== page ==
Christmas fire drama off our coast
PUBLISHED: 13:37 30 September 2016 | UPDATED: 16:27 30 September 2016
The old sea shanty about a “fire up aloft, fire down below” urged the crew to “fetch a bucket of water, boys.” Earlier verses reported fires breaking out in various parts of the ship. My seafaring father told me that a mariner’s greatest fear was a fire on board.
Recently I wrote here about major conflagrations that had gutted buildings or amenities in the Great Yarmouth area in the past century or so – for example, our Britannia Pier was a regular casualty – so today we are looking at a blaze at sea, imperilling not only the ship and her crew but also those who went to her aid.
The drama spanned several days over the Christmas period in 1927 when the Yarmouth Independent reported: “A great glare at sea told only too vividly of disaster and danger. It transpired that the Swedish steamer Oscar, bound for Yarmouth with a large cargo of deals, boards and battens for timber merchant Jewson’s, was burning fiercely.
“Flames from the steamer and signals from the St Nicholas lightship very quickly brought out the Gorleston motor lifeboat John and Mary Meiklam, the volunteer lifeboat Elizabeth Simpson and the steam salvage tug George Jewson.
“Driven from the Oscar by fire which spread from stem to stern, her crew took to their boats and were picked up in heavy seas by the lifeboat. Their own abandoned boats drifted ashore.”
Fifteen seamen were taken to the Yarmouth Shipwrecked Sailors’ Home on Marine Parade but the Oscar’s master, Captain Magnus Bengtsson, and his officers remained by their ship to monitor events.
The Press coverage continued: “Using her powerful salvage plant, the George Jewson made effective play upon the steamer’s burning deck load. Unfortunately, after working for some long time, the tug’s pumps became temporarily choked.
“The Lowestoft tug Despatch came on the scene and took up the task. Restored to perfect order, the George Jewson returned to service.
“The salvors were reinforced by Constables Neale and Dye, of the Yarmouth Fire Brigade, who put to sea in one of the lifeboats and rendered a good deal of assistance in what must have been to them, with all their experience, strange circumstances.
“Fought until late in the afternoon, the fire was slowly but surely got under control and at last, completely extinguished. It had done immense damage to both ship and cargo.”
Although the officers and crew of the stricken Oscar were badly shaken but otherwise unscathed, two lifeboatmen were injured. Cox’n William Fleming was the victim of an accident on the trip out when the John and Mark Meiklam struck the North Pier, throwing him on to the wheel; his throat was struck by one of the spokes. The motor mechanic, Darby, was also flung forward and struck his ribs against the engine.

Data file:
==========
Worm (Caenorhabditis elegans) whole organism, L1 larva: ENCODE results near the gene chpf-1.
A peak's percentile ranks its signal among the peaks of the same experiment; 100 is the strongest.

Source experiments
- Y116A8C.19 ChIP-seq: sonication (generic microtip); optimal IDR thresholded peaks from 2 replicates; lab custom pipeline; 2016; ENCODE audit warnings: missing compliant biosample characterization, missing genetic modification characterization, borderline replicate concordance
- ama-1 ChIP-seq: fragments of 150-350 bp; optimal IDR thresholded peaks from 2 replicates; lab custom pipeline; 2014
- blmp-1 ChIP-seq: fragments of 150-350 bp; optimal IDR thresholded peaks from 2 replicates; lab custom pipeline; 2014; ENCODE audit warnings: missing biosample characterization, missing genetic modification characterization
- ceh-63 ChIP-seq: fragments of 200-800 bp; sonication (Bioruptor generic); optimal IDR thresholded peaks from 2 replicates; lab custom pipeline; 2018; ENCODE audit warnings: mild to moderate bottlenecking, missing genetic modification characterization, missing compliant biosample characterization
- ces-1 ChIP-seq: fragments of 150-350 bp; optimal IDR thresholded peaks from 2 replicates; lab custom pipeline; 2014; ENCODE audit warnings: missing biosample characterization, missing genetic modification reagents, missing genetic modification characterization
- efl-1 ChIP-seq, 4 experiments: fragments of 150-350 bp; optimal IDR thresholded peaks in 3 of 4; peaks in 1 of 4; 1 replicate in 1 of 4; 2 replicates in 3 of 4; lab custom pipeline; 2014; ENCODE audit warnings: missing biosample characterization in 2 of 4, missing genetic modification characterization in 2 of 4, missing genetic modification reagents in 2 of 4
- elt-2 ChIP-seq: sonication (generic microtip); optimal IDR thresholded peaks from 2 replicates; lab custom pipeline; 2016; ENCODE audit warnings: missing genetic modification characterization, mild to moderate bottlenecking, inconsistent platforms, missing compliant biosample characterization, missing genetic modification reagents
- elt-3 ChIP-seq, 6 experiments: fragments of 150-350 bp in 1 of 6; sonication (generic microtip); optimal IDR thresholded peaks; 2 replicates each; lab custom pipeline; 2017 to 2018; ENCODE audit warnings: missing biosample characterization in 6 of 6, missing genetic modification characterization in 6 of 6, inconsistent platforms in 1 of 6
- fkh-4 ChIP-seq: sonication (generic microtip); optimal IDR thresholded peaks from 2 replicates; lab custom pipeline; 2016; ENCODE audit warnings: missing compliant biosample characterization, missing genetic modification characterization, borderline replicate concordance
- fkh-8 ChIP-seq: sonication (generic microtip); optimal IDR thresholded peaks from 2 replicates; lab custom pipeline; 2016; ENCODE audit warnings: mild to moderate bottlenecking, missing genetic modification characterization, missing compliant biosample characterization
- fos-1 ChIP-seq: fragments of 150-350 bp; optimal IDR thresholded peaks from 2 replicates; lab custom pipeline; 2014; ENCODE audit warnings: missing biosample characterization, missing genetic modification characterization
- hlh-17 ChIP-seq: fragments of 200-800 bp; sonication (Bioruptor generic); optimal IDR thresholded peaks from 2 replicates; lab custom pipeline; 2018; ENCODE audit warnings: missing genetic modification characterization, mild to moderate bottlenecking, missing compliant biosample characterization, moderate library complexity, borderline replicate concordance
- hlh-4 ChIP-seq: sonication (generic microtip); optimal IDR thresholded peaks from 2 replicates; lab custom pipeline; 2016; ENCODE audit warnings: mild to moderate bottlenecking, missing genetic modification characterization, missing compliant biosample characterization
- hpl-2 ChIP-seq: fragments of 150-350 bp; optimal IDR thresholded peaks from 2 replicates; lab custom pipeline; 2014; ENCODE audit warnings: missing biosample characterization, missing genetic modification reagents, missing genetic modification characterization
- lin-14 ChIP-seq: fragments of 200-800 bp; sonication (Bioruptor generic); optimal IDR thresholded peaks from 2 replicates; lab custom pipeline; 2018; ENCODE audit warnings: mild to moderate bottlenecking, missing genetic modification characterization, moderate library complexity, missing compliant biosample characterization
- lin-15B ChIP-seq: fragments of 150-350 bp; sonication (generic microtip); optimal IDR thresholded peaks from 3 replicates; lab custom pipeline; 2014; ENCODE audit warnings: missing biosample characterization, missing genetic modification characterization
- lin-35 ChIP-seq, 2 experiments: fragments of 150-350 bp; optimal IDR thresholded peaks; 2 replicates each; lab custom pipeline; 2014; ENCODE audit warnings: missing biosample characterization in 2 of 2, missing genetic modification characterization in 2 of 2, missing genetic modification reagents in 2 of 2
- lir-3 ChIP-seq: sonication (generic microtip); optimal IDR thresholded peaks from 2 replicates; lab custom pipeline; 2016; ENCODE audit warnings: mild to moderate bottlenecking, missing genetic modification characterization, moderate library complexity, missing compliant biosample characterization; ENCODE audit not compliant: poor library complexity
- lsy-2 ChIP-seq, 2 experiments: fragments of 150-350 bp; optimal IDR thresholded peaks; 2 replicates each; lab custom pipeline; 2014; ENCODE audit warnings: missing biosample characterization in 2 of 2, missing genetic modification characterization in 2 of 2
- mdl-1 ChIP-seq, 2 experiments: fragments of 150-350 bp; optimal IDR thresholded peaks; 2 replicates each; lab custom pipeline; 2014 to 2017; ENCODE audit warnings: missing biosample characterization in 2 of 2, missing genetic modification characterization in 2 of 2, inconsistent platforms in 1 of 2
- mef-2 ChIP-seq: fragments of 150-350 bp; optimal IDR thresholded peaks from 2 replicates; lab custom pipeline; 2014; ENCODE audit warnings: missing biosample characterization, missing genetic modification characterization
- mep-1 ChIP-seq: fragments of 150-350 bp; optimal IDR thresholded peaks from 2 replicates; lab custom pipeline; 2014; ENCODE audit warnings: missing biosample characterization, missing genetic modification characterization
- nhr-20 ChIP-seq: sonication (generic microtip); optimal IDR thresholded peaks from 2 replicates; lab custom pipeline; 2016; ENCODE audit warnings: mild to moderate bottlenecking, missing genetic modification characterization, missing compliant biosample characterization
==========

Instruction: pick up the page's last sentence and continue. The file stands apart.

The newspaper continued: “Despite these untoward happenings the lifeboat proceeded on her mission, picked up the Oscar’s crew and brought them to Gorleston.”
But that was not the end of the drama because a few days later the fire, thought to have been completely extinguished, “suddenly made a fresh outbreak in the wood cargo and obtained the mastery. Flames and intense heat made it impossible for the salvage tugs to get near and it is feared that ship and cargo could be a total loss.
“The Trinity House steamer Argos is standing by.”
The rekindled blaze in the hulk of the Oscar persisted for five days and nights, according to local photographer Clifford Temple whose camera captured the stricken steamer with a tug, possibly from Lowestoft, looking dangerously close to the inferno.
From all reports, it seems unlikely that the Oscar could be salvaged and was a danger to shipping, and one of his captions reports that the blazing Oscar was finally sunk “by a controlled explosion carried out by Trinity House.”
However, that conflicts with a maritime website account claiming: “As the fire spread to her cargo, the crew scuttled their ship with explosives.” It said the original fire had started in her bunker (fuel container).
The 267ft Oscar, built at Stockton-on-Tees in 1899, was launched as a sail assisted steamer but later abandoned her canvas.
Every cloud has a silver lining, it is claimed, and in this case the benefits of the Oscar saga were enjoyed by Yarmouth and Gorleston residents who became beachcombers with the intention of providing their homes with enough firewood to last them through that winter.
For along our shoreline was a bonanza, a heaped tangle of planks, thoroughly soaked by their immersion in the sea but ready to be piled on to carts, barrows and prams and taken home for sawing up into kindling. Some might havebeen dried out and put to other uses.